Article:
Barbados must review its business model if the financial services sector must effectively respond to the “disruptive challenges” it faces, the Governor of the Central Bank, Cleviston Haynes, has suggested.
He said the Central Bank has recognised the need for more emphasis to be placed on constantly developing new ideas and solutions for challenges facing the sector.
Stressing the importance of maintaining a liquid, robust and resilient financial system that supported economic growth, Haynes said the central bank remained committed to help in the transformation and repositioning of the locals in financial services industry.
Haynes was addressing the 10th Domestic Financial Institutions Conference (DFIC) at the Central Bank on Thursday under the theme Repositioning Barbados’ Financial Sector.
He said: “While our why has not changed, our what and our how are facing disruptive challenges including the internationalisation of services; technological advances and disruptions; consumer pressure for cheaper financial products; convenience and caring service; tough competition; the demand for simplicity in a world of complexity and stricter international rules and standards.
“How can and must we respond to these circumstances? What must we do to reposition the sector? It is my belief that we must reexamine our business model. We need a model that reinforces and supports our purpose or why and addresses our how and what, a model that is customer centric and technology driven, but which also accommodates the not so tech savvy among us, a model that promotes economic and social transformation while strengthening financial stability, a model that helps us to manage our risks both traditional and non-traditional,” he said.
Experts in the financial services and representatives from commercial banks, credit unions, the Barbados Stock Exchange, investment firms joined with other financial services representatives to discuss a range of issues and come up with solutions.
While welcoming Government’s ongoing efforts to use an electronic method of payments, Haynes pointed out that Government has already started to make necessary changes including ongoing efforts to eliminate cheque payments and the implementation of the regulatory sandbox.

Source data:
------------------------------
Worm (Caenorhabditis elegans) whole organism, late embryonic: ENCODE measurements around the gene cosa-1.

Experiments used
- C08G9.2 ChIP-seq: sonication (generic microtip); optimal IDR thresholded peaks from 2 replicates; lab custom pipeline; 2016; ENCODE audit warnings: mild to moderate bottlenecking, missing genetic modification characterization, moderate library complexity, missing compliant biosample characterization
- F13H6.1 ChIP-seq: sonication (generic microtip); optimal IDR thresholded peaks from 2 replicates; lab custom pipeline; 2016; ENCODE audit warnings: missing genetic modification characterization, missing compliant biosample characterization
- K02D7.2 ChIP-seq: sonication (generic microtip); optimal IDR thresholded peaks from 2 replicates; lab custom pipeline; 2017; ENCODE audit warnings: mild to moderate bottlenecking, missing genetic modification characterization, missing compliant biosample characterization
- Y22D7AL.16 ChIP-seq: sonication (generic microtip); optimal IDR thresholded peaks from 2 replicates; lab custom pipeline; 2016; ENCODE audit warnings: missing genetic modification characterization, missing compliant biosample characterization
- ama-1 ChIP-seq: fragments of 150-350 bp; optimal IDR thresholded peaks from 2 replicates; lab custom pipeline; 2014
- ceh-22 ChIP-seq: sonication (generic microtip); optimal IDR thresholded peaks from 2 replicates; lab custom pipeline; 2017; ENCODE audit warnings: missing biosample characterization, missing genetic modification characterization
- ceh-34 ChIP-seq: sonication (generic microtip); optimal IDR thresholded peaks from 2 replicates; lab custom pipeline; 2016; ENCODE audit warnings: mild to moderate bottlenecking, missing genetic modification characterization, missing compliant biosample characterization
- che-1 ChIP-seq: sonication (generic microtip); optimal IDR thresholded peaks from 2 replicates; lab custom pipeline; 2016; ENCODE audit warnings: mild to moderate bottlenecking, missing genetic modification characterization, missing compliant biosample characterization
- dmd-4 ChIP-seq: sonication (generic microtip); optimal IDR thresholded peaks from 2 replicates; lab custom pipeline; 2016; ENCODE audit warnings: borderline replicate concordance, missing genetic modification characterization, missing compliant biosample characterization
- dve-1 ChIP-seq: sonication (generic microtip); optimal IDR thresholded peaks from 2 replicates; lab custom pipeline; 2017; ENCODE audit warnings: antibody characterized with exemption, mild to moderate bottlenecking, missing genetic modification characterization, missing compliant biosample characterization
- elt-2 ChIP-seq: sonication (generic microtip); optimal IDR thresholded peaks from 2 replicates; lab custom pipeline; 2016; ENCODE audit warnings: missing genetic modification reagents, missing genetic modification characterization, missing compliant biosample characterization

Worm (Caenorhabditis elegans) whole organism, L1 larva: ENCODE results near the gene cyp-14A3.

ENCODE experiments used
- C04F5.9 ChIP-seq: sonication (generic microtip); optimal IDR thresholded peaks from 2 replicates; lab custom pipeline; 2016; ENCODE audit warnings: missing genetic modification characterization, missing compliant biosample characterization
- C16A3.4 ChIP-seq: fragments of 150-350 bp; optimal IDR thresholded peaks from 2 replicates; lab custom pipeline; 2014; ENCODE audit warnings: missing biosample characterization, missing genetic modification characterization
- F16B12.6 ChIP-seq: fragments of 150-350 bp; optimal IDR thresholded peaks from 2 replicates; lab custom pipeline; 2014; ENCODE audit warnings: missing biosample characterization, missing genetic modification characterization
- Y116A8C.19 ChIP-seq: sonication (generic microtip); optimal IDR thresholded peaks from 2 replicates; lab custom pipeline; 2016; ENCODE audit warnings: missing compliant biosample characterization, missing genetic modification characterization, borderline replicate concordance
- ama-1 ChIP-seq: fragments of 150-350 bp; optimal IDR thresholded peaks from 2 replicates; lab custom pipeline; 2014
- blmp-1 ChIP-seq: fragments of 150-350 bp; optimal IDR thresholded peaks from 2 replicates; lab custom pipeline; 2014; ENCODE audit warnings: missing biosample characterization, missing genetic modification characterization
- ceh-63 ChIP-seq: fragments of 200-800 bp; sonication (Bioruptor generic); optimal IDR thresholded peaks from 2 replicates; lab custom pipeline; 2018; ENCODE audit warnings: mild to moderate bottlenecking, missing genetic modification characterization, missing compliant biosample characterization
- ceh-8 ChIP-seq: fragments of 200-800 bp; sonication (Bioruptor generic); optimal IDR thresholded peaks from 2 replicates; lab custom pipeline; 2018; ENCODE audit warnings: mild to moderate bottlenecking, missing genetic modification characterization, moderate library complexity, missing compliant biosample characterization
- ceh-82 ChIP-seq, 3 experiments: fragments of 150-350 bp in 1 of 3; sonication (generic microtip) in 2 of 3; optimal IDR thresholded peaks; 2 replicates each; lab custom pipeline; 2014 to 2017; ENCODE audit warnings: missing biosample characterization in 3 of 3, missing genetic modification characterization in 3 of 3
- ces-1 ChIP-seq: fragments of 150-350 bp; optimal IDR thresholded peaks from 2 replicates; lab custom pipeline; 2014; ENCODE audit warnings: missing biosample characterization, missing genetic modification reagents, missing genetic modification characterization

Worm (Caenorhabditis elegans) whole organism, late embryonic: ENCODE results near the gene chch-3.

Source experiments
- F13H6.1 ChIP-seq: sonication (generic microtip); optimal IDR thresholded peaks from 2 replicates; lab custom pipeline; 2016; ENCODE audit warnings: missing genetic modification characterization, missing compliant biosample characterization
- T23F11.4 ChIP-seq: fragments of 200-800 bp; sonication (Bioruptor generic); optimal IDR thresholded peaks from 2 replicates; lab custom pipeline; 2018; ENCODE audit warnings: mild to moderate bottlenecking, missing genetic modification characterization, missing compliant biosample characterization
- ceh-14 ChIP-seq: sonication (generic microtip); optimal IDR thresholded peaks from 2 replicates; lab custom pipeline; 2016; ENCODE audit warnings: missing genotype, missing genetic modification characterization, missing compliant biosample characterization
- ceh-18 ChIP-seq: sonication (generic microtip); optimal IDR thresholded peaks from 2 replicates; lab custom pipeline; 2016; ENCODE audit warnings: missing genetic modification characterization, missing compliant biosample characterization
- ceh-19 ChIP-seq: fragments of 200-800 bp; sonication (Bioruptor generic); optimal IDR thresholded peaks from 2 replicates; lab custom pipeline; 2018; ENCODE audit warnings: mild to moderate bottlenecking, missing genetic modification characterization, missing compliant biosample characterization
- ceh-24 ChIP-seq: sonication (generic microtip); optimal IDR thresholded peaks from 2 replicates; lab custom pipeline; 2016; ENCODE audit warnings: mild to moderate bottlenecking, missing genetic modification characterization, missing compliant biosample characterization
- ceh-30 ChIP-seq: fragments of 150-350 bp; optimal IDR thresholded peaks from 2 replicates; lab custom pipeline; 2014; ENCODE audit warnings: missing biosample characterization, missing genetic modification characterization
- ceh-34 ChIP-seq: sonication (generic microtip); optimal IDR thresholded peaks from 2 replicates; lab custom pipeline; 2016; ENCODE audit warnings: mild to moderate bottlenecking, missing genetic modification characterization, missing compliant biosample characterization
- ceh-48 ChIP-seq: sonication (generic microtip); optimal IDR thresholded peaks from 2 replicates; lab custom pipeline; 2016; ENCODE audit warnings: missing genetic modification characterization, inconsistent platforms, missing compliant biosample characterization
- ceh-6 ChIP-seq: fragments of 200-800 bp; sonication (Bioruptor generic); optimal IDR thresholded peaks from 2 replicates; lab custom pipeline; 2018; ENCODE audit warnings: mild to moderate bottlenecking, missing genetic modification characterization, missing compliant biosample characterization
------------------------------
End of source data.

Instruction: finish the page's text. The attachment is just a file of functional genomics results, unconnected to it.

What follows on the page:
But Haynes said issues such as derisking remained a bugbear, with a lot of the focus being on the loss by regional banks to the access of correspondent banking.
“We want to access the implication of this phenomenon in the context of the national and regional discussion about things like legalising cannabis for medical purposes, the expansion of gaming services and even the emergence of the new fintech sector.
“After Government’s recent debt restructuring, we must reform the securities market,” added Haynes.
Chief Executive Officer of the Financial Services Commission Kester Guy said as institutions move to incorporate more and better technology in an effort to make their operations more efficient, the regulator was also doing what it could to help advanced that cause and build out the sector.
“We are also, at the FSC, considering and reviewing a digital asset framework, including the rules and operations, to determine applicability and the appropriateness for operations within our market.”
“We are continuing to strengthen and aggressively fine-tuning our legislation to enhance our service standard so that we can meet our growing and ever demanding stakeholders concerns and demands before us,” Guy said.